University Press, 1995).
tween moral value and social fact–a gap figured by Milton as the rela-
tion between God and man.4 The project of Paradise Lost–“to justifie
the ways of God to men”–is motivated by a sense of the apparent fail-
ure of God, and hence implies the need for human speech and judg-
properties: first, it is fit-
ted to be a regress-stopper, bringing to an end the reference from text
to text;37 second, it is (thereby) able to infuse life B the power to mean
B into those inert bits of textual matter. God fits this bill, for these are
His traditional powers. Replacing Him with us (but
Ready-Made World’, Synthese 51
(1982), pp. 141–68.
8 CIS, p. 189.
9 CIS, p. 73.
generally questionable or even discredited.7 For them, as well as Rorty, we
are left living in a world where theories and appeals to truths of a techni-
cally ‘realistic’ or ‘empirical’ nature are highly questionable as
international law begin to function as a moral force in promoting international
harmony, cooperation, dialogue, and justice. International law derives its
legitimate "rational" (vernunftig) authority to rule from the living actuality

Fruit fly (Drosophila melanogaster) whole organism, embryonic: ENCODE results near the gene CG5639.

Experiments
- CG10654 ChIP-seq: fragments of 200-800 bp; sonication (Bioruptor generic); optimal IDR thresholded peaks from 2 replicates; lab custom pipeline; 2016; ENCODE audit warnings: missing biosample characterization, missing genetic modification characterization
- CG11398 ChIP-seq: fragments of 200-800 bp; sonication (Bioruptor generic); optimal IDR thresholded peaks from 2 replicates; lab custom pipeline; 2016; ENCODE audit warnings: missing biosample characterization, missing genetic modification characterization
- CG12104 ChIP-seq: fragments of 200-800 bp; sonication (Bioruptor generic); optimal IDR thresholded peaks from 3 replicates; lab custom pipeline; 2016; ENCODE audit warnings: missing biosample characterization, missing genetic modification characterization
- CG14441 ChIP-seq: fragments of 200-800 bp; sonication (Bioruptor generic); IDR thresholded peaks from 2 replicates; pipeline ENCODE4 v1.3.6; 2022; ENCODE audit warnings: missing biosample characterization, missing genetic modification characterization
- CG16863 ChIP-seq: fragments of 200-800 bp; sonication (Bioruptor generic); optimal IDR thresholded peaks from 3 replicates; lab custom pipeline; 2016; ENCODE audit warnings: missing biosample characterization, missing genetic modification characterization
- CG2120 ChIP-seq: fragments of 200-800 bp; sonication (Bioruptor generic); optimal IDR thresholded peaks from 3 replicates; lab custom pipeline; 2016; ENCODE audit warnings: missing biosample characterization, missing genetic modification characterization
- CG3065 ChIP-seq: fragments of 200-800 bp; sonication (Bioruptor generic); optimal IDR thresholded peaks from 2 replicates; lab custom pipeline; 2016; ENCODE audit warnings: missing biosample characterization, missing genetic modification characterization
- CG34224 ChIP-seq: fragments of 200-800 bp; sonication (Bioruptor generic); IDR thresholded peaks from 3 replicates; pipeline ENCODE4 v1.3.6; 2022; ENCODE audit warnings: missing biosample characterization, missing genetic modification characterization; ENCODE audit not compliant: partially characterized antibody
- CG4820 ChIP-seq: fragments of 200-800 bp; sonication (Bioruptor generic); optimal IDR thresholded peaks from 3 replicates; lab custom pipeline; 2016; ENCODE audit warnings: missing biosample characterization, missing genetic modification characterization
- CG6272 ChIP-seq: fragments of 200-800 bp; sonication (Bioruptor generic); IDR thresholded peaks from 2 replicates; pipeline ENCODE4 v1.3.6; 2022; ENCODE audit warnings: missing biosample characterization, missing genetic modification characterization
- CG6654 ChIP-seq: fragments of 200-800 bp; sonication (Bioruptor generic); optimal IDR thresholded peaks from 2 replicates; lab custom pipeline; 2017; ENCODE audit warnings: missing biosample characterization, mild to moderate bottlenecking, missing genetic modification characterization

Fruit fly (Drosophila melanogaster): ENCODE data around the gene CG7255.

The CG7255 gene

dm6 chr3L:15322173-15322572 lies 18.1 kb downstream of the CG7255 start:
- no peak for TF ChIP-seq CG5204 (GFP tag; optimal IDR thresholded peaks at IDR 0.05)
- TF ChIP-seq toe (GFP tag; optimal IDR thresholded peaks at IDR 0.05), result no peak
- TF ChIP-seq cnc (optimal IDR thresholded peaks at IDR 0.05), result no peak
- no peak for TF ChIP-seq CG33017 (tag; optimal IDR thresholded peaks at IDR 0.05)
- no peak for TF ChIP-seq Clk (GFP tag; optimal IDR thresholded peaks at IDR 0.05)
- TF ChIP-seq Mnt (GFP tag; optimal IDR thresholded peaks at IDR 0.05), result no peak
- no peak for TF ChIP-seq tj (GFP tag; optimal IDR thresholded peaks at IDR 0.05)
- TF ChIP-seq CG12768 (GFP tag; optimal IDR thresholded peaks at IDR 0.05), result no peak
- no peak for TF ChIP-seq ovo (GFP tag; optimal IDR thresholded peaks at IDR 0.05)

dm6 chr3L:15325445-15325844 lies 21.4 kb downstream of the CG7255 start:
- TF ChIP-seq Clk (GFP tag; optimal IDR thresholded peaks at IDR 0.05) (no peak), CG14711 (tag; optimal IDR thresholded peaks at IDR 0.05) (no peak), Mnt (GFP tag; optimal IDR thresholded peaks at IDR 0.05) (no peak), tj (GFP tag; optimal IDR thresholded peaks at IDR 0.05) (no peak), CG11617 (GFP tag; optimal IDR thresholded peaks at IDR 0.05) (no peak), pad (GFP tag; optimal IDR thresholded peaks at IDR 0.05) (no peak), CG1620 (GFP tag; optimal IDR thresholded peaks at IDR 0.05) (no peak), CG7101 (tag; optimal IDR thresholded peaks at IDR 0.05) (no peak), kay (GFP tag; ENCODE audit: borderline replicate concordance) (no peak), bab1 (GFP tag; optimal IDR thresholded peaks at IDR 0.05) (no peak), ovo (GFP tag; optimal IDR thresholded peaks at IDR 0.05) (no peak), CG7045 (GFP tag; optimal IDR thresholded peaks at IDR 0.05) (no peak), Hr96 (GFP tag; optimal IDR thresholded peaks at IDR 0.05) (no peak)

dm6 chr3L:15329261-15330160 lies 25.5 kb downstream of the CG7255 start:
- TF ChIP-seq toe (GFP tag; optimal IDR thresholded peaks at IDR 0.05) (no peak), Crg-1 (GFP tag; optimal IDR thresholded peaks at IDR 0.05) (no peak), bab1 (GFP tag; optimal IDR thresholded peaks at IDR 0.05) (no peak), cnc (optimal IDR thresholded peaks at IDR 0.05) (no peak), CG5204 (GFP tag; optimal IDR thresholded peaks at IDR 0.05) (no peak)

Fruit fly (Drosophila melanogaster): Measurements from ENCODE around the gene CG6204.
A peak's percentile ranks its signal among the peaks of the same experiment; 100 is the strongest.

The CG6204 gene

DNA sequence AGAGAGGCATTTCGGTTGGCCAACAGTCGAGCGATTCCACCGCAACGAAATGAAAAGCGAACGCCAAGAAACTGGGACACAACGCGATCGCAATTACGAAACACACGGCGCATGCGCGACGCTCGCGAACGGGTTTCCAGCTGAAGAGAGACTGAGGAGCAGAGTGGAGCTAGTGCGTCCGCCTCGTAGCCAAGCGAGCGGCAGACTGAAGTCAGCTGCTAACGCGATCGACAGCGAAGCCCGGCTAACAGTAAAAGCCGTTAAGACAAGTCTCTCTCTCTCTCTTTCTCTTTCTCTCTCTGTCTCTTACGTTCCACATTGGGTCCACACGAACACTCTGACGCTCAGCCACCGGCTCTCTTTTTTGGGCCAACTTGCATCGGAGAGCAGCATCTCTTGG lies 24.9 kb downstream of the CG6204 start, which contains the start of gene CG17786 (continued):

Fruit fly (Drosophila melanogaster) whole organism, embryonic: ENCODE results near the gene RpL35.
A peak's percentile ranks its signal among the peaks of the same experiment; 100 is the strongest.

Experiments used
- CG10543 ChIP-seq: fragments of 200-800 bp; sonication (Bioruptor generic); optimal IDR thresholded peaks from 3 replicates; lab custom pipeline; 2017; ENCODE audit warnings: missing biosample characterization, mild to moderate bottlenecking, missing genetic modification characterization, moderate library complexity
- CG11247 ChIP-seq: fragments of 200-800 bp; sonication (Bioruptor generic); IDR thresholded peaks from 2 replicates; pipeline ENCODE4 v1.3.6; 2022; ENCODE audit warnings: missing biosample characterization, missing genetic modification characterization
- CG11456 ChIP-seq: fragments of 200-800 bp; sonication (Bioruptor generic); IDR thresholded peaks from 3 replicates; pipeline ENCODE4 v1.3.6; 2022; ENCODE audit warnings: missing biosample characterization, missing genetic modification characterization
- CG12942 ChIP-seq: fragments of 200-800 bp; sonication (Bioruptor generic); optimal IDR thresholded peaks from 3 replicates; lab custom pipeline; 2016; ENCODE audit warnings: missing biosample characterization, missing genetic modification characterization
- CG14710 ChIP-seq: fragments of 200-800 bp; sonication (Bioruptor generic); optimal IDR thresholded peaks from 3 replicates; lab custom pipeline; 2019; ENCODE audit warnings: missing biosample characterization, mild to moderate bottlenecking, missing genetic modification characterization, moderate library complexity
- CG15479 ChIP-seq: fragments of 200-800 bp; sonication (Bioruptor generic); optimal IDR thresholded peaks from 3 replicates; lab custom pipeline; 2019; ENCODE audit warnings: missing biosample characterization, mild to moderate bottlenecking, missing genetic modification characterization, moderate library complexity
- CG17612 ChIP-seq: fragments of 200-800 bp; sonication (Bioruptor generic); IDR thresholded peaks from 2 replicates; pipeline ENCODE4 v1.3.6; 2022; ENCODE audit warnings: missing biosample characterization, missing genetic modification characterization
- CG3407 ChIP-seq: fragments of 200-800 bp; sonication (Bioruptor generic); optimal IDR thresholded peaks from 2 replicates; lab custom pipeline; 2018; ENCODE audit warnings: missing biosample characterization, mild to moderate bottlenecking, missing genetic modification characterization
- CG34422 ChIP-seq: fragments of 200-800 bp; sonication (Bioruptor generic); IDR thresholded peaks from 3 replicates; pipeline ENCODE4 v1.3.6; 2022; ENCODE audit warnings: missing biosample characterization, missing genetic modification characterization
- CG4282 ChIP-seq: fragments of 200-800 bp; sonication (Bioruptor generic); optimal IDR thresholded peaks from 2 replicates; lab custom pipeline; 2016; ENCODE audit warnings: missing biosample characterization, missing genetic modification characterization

(Wirklichkeit) of international life-from the nexus of institutions and com
denounces then what makes it
deserved is ‘malice aforethought’, that one be blameworthy or morally cul-
pable for the action.
Now Hurd might accept that in a citizen’s private life wrongdoing
does—or can in the right circumstances—call for condemnation (from
appropriately interested parties). But she can
organs) is to discover their sustaining functions and what these can explain about life. 29 Life is, according to Aristotle, not a predicate of things, but things manifest life, each in its own life. It is an inward determinateness – autonomy – of living things by which they cannot be defined or
to living in a republic and obeying its laws are gradually becoming
civilized enough, and morally sensitive enough, to regard war as unacceptable.
Likewise, given the threat that war poses to life and livelihood, representatives
74 HEGEL AND COSMOPOLITANISM
of republican states will certainly be
inserting these redundancies or metaphors in it. There is no perspective
from which these inflated and decorated claims can have a sense different
from their sense uninflated and undecorated, and that is the sense they
have in ordinary legal life’. It is, ultimately, ‘not a metaphysical but a legal
* This paper was first given at a conference on punishment at Newcastle organized by
Thom Brooks. I am grateful to Thom both for the invitation and for his comments on the
paper. I am also grateful to Antony Duff and to the other participants for their searching
‘WHO’S STILL STANDING
sight of the fact that it is also
terrible to be the victim of a serious crime. The harms such crimes inflict
include loss of life, significant loss of physical or psychological function,
loss of dignity, and the loss or destruction of property on which individu-
als depend for their future welfare